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  FATHER COUGHLIN, HUEY LONG, & UPTON SINCLAIR; VOICES FOR THE DISAFFECTED IN 1930s AMERICA

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FATHER COUGHLIN

Despite the setback of the Union Party's election results, Father Coughlin continued his radio messages, where the content largely emphasized the distribution of wealth in a Robin Hood fashion, and how to do otherwise was a sin against all that is God. His populist voice, however, did have a dark side, and it was this dark side that led to the downfall of his radio time, and ultimately his political career. This dark side largely revolved around his obsession with ridding the US of Communism and with a supposed Jewish-Bolshevik conspiracy (Holocaust 1). The result was an unintended association with German-American Nazi-sympathizers, the Friends of the New Germany (commonly known as the German-American Bund, or simply, the Bund) through his distrust of the "international Jew," a distaste for communism (which led to his initial support of Hitler's and Mussolini's squelching of communism), and his connection to the Christian Front.

Even as early as 1930-31, Father Coughlin was denouncing communism on the airwaves and at his public speaking engagements.

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Communism was no friend of the Catholic Church, and thus no friend of Coughlin's. He stated his view in a radio broadcast from that period:

But I have studied it long enough to understand that men do not become communists because of its atheism, its hatred of their country, or their desire to see their wives and children and themselves reduced to public property in a militaristic state. Communists are merely men as you and I, but soured and leaderless, generated by the protected injustice which withholds from them their bread and butter and their piece of mind (Sweat 107).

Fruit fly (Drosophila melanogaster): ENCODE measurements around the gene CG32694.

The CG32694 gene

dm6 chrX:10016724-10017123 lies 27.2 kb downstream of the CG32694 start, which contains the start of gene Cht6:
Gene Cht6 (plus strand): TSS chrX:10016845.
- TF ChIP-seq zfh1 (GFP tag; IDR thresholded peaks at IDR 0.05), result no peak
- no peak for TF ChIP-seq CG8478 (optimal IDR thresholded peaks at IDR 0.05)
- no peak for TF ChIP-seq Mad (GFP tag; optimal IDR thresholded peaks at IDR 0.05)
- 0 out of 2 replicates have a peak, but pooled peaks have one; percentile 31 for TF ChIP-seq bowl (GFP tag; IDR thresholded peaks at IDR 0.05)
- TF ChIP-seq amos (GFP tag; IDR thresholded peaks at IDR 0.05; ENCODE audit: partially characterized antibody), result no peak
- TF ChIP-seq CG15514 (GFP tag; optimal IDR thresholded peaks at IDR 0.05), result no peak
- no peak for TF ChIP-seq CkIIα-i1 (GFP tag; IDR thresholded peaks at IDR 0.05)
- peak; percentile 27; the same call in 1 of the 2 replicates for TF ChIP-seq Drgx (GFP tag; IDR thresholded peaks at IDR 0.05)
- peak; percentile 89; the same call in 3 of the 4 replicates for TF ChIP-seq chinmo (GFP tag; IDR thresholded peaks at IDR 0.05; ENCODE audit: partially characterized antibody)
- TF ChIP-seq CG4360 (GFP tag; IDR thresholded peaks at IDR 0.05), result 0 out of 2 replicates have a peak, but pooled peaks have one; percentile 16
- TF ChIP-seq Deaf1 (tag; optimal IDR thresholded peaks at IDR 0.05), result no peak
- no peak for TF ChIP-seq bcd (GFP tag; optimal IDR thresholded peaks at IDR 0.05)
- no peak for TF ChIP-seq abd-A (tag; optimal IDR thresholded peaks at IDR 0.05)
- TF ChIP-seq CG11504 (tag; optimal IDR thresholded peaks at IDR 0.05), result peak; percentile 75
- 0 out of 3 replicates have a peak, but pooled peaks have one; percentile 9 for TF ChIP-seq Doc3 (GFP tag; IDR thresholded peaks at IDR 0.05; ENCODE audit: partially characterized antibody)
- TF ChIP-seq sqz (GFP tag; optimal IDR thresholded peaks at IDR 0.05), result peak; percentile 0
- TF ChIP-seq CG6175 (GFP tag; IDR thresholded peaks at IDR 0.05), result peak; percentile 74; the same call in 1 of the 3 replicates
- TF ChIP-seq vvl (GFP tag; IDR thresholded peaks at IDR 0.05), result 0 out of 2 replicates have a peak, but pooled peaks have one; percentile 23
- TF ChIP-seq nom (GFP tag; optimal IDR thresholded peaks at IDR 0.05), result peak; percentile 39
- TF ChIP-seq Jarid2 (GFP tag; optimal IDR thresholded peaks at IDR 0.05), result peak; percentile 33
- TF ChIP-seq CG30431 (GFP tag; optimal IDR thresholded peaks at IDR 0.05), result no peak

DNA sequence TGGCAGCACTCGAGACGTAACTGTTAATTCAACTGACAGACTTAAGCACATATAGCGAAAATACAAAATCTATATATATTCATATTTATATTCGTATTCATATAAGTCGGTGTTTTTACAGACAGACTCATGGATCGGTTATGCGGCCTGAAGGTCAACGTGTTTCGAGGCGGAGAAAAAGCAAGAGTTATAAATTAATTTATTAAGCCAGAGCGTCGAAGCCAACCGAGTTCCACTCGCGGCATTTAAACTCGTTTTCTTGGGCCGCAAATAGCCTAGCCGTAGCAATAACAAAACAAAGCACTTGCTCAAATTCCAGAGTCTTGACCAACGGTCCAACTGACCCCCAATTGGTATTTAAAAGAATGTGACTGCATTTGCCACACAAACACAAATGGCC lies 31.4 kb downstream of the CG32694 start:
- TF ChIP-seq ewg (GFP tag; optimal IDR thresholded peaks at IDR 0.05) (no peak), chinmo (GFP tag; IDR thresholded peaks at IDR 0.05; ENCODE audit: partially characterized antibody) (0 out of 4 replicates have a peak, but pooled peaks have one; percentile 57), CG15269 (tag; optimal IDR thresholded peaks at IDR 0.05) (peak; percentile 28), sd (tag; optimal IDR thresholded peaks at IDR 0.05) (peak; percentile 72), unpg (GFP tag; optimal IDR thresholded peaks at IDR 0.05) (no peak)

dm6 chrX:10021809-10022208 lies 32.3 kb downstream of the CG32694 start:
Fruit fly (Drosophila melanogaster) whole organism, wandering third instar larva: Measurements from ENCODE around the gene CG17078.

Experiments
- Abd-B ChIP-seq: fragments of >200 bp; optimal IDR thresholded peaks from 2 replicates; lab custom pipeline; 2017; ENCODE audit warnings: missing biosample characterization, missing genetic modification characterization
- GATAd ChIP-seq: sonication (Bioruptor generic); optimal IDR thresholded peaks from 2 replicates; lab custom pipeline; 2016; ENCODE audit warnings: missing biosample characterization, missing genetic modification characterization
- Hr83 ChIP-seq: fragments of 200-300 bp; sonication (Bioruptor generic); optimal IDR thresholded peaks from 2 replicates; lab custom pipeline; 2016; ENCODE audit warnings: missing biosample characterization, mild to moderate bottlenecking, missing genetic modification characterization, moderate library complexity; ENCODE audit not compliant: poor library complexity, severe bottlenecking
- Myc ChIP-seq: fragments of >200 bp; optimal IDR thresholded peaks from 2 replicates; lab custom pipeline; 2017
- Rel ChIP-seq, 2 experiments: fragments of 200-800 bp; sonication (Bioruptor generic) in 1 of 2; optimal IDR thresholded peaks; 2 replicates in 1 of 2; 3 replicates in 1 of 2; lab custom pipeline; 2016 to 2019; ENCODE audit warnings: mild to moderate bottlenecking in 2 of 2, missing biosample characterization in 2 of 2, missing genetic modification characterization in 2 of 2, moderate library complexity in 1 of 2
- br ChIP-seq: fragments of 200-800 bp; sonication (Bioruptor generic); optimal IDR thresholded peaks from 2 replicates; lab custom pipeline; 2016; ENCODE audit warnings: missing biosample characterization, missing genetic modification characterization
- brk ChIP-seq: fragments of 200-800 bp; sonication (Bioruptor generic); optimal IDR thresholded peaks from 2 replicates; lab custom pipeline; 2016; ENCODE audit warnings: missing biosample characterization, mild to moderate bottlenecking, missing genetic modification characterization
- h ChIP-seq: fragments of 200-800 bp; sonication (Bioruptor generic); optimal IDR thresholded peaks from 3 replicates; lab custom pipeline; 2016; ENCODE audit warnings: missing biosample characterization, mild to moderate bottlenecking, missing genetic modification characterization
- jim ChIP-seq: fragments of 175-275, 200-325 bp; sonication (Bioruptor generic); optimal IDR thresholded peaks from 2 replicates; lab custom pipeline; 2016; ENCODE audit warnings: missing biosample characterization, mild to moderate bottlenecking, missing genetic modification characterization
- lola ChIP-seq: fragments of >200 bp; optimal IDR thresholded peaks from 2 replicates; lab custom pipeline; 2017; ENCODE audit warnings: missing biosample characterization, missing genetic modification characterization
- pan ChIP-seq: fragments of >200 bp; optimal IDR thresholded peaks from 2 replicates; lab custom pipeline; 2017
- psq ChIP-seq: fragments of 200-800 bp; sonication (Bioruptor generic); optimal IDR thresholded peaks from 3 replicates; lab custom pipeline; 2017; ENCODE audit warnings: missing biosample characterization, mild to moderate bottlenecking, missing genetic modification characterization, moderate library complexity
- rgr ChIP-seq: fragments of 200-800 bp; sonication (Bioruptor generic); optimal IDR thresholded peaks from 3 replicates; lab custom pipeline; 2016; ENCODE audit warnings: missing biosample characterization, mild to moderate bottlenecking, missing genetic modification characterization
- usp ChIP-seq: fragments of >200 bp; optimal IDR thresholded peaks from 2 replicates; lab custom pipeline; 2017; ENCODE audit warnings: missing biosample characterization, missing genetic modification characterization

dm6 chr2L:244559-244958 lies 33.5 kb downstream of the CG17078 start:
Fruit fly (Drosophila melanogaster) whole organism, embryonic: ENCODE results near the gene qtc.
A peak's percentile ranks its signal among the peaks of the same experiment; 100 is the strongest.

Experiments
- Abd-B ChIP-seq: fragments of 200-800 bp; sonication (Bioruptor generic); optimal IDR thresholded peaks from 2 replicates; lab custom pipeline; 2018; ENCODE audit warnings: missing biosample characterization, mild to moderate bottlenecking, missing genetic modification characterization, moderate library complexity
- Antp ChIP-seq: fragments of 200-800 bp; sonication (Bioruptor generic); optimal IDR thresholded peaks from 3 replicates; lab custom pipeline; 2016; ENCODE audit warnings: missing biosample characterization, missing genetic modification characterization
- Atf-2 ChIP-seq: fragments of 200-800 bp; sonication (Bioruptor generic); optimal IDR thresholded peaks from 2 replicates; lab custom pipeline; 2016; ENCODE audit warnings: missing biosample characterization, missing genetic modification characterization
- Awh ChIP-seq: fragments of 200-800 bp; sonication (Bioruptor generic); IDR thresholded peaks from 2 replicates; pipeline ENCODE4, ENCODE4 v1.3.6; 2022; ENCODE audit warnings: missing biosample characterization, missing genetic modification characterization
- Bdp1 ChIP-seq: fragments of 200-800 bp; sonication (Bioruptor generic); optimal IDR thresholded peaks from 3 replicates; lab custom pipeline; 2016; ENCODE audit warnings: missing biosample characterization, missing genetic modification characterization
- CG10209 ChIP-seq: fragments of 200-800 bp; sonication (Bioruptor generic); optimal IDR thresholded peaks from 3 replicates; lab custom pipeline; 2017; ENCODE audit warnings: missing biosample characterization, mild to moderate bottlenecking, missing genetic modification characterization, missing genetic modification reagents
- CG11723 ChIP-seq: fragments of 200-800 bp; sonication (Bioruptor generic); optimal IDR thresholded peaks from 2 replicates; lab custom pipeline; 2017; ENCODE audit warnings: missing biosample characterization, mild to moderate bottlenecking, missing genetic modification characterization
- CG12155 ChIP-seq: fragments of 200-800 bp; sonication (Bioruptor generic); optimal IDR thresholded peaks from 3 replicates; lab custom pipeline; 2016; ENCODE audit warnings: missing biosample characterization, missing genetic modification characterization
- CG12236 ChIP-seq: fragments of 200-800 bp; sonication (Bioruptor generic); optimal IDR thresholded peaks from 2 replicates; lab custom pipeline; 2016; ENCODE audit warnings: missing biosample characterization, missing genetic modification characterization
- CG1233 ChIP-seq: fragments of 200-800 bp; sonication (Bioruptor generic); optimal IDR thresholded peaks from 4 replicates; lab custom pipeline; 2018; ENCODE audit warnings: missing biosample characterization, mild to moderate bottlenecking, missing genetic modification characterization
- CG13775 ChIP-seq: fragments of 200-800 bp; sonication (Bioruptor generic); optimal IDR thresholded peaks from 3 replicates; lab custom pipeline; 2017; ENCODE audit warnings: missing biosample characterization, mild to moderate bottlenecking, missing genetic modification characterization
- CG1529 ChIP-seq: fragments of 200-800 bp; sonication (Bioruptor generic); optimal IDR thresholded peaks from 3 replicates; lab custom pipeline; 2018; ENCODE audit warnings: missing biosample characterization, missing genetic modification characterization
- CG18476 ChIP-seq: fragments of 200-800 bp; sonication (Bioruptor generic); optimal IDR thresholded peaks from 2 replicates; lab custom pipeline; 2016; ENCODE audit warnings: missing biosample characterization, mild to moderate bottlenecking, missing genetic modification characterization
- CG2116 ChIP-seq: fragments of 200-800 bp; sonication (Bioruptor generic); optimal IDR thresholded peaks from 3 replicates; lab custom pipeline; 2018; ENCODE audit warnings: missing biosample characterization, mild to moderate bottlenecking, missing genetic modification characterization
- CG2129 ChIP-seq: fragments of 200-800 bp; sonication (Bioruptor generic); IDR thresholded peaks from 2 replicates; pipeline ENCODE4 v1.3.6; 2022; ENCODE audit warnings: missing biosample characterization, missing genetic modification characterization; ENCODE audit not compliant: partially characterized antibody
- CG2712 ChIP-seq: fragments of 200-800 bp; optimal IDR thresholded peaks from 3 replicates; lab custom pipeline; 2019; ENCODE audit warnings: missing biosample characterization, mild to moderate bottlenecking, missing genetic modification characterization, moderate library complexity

German-American Bund GatheringIt was the sentiment of this message that led the  German-American Bund to proclaim the name and message of Father Coughlin. With 25,00 members including 8,000 uniformed Storm Troopers, they were a highly organized group under the command of Fritz Kuhn, a man known in 1939 to be the highest-ranking anti-Semite in the U.S. (Holocaust 2). The Bund, under Kuhn's propaganda, saw the leaderless man that Coughlin refers to as well as the distribution of wealth, as exactly what Adolf Hitler and Benito Mussolini were fighting in Europe. An article in Coughlin's Social Justice praising Hitler's andGerman-American Bund Mussolini's squashing of communism also fueled the Bund and their anti-Semitic views (Tull 206). Father Coughlin's denouncing of the "international Jew" as the source of banking and economic woes, thus the cause of the Great Depression added more fuel for the Bund fire. Coughlin never claimed official association with the Bund, and while he casually disassociated himself from their activities, he did share some of their common vision including their belief in an historically discredited document called the Protocols of the (Learned) Elders of Zion Protocols of the Elders of Zion document, a document that was supposedly created as the minutes of a meeting of world Jewish leaders bent on taking over the world (Tull 193).

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